What is evolution?
The theory of evolution was initially proposed in 1859 by Sir Charles Darwin in his book “On the Origin of Species”. The theory was co-discovered by Alfred Russel Wallace, but Darwin receives the lion’s share of the credit; indeed, some people refer to the theory as Darwinism. Though the theory is fascinating, its details are outside the scope of this article. Suffice it to say that this scientific theory lays out an extremely elegant explanation for the diversity and complexity of life forms, all without the need of a creator.
The theory of evolution forced humans to see themselves as animals for the first time, on an equal footing with all other organisms on the planet. Not God’s special project. That rubbed many people the wrong way. Each religion has its own creation story, an explanation of how some great creator brought the world, and everything in it, into existence. Creation stories explain the complexity and diversity of life as the intention of an intelligent being. Belief in these creation stories is called “creationism”.
What is Intelligent Design (ID)?
According to the Discovery Institute,
The theory of intelligent design holds that certain features of the universe and of living things are best explained by an intelligent cause, not an undirected process such as natural selection.
That is, an intelligent designer (eg. God) is a more likely explanation for life and the universe than any natural process. How do they reach that conclusion?
Such research is conducted by observing the types of information produced when intelligent agents act.
In other words, ID adherents study the properties of things they know are designed (by humans). They refer to this ensemble of properties as “complex and specified information”, or CSI. Thus, if something is designed, it has CSI, a sentiment echoed on the same web page,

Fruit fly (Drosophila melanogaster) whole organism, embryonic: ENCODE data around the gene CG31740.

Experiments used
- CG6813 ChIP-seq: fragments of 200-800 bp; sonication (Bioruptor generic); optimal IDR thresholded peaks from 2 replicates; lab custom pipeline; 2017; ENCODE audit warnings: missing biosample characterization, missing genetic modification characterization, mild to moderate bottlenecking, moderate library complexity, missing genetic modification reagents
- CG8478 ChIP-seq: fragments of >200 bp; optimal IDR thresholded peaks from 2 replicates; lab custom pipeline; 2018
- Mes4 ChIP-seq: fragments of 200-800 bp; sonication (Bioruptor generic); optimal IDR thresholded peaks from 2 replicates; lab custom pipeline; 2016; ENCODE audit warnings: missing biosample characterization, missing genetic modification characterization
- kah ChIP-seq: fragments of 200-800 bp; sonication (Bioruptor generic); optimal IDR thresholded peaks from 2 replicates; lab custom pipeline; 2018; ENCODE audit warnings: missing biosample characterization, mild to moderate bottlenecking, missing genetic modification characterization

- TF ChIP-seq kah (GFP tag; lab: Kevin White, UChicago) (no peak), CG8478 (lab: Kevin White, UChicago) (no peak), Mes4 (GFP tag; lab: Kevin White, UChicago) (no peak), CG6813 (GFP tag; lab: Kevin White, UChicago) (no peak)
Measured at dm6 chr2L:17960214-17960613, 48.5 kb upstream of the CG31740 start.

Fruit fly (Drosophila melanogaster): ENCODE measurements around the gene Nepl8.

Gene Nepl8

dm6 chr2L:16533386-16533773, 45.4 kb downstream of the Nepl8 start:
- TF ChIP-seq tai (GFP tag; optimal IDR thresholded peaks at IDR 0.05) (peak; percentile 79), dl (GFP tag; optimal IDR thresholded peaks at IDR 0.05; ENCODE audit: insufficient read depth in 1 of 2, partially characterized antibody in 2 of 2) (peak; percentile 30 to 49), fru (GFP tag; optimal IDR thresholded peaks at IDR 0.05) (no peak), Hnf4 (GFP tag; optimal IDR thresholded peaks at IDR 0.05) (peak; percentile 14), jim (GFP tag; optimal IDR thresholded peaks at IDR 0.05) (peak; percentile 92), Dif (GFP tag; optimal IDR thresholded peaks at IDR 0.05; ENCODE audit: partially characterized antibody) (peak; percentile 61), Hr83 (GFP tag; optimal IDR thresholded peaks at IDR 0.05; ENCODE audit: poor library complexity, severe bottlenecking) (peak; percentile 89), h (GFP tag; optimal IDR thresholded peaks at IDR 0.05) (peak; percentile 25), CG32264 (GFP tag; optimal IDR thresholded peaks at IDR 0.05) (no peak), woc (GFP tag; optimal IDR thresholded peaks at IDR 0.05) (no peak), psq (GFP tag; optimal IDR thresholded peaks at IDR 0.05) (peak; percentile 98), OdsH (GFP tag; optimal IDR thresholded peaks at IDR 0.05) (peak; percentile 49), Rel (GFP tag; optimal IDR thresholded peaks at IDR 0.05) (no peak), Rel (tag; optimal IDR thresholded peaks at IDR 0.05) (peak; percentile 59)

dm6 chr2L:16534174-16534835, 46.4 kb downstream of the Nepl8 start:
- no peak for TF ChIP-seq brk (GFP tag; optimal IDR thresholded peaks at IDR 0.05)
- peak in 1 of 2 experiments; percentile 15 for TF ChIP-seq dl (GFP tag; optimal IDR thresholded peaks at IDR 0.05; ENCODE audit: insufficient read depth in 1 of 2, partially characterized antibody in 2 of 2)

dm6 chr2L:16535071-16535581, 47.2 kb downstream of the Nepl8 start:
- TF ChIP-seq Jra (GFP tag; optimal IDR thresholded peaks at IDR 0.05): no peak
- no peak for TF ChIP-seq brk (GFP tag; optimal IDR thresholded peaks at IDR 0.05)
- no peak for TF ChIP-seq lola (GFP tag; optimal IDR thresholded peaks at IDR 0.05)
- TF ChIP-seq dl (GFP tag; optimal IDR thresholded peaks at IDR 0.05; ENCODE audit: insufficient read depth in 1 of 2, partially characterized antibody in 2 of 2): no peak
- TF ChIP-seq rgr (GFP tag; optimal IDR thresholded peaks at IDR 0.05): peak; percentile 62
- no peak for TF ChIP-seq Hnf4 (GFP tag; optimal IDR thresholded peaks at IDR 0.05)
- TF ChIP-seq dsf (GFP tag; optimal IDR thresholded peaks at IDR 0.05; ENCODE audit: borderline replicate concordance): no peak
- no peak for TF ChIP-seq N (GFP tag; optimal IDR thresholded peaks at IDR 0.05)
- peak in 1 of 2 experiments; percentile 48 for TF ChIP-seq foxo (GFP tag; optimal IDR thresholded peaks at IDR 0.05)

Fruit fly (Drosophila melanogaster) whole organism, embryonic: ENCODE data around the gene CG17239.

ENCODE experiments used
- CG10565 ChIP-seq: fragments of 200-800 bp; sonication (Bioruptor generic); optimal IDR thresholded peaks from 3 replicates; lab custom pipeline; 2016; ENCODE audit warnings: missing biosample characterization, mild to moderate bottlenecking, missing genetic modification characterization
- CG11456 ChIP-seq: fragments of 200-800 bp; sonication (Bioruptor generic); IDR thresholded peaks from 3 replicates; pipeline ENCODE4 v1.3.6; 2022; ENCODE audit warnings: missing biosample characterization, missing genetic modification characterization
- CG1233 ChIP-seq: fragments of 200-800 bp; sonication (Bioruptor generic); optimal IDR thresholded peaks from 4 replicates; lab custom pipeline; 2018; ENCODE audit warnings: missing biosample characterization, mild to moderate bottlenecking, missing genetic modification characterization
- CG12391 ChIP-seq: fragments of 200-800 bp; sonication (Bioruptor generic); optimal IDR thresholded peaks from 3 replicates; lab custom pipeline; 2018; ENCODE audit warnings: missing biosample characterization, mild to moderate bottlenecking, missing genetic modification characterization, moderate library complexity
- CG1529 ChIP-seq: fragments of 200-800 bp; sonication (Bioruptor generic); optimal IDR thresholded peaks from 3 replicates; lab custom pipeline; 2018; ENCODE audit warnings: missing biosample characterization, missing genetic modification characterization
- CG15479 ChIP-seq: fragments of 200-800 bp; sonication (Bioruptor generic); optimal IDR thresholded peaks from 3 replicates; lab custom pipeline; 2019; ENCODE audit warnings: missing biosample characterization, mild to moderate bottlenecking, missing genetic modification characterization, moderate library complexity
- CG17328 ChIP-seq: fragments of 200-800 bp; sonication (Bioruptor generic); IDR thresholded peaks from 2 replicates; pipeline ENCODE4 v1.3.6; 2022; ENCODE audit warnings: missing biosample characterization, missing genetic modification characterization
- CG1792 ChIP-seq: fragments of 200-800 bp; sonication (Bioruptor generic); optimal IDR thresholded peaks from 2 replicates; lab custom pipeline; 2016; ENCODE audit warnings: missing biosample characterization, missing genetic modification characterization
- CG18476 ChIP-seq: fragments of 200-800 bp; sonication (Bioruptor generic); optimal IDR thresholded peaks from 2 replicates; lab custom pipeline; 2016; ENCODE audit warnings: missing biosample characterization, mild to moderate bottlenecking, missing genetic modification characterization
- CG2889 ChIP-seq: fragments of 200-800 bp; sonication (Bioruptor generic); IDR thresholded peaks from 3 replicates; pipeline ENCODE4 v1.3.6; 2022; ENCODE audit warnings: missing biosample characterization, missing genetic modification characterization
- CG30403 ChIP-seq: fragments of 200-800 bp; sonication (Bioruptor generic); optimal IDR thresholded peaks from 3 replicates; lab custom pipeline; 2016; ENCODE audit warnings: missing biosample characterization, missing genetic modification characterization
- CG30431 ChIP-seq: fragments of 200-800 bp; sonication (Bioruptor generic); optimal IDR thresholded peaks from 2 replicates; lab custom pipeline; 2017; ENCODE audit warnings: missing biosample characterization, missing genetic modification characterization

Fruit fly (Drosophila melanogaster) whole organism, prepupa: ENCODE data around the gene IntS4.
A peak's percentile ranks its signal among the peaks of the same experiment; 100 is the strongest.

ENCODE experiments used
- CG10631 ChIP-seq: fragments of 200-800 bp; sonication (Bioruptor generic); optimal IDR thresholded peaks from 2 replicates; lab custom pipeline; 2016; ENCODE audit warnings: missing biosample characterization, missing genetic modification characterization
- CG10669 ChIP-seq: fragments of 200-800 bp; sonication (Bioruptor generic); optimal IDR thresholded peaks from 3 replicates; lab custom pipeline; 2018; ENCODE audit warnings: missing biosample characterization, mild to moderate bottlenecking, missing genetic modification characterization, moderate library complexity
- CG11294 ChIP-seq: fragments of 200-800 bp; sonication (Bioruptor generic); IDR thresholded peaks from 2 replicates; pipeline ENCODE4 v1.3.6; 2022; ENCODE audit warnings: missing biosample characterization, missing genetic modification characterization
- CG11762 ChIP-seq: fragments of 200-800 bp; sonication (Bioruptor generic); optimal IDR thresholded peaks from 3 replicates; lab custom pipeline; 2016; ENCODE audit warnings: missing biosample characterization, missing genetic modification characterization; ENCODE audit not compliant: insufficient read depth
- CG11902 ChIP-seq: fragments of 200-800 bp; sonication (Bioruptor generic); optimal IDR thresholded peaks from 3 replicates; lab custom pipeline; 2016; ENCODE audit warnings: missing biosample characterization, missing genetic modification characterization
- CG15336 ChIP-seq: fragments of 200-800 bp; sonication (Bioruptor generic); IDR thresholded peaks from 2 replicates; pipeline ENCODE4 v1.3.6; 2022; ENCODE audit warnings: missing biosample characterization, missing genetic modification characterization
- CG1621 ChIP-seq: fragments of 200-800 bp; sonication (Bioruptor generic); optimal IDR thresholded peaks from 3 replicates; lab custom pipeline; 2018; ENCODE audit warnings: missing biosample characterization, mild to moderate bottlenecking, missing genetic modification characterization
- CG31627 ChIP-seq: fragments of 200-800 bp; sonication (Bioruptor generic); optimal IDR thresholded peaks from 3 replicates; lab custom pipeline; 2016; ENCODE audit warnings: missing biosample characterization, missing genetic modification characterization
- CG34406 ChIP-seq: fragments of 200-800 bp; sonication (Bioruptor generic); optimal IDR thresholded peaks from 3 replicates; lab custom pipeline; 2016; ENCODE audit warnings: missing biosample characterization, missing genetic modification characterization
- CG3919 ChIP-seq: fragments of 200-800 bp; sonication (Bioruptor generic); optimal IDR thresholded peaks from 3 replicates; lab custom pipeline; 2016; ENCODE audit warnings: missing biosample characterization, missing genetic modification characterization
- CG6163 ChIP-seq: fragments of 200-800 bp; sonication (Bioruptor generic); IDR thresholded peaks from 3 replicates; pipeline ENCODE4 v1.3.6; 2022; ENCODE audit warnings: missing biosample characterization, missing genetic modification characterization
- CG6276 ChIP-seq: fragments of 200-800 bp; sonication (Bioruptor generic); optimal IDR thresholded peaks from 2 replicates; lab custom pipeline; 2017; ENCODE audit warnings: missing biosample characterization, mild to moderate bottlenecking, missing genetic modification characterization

Design theorists hypothesize that if a natural object was designed, it will contain high levels of CSI.
Then these scholars look for other non-man-made objects or systems that have CSI. When they find them, they conclude that the objects were designed.
When ID researchers find [CSI] in biology, they conclude that such structures were designed.
This conclusion pops up repeatedly, like here
… specified and complex information is known to be a reliable indicator of design.
Problems with ID
Here we run into our first glaring problem with ID. Here is the logic of that argument.
- All designed objects exhibit CSI.
- Natural object X has CSI.
- Thus, X was designed.
This is what we call a non sequitur, a conclusion that does not logically follow from the argument. Here is another more familiar version of the same logical argument.
- All rapists are human.
- You are human.
- Thus, you are a rapist.
No, I didn’t think you were. The conclusion doesn’t follow. Just because every designed object exhibits CSI, it doesn’t mean that everything that exhibits CSI is designed. Here is a graphical way of understanding the logic error. Notice that X is an object with CSI, but is not designed.
Not all ID arguments follow that faulty logic. Others focus-in on objects that exhibit CSI, and try to convince you that the object could not have arisen from natural, unguided processes. In essence, it’s the reverse of (1) above, that is, “All objects that exhibit CSI are designed.”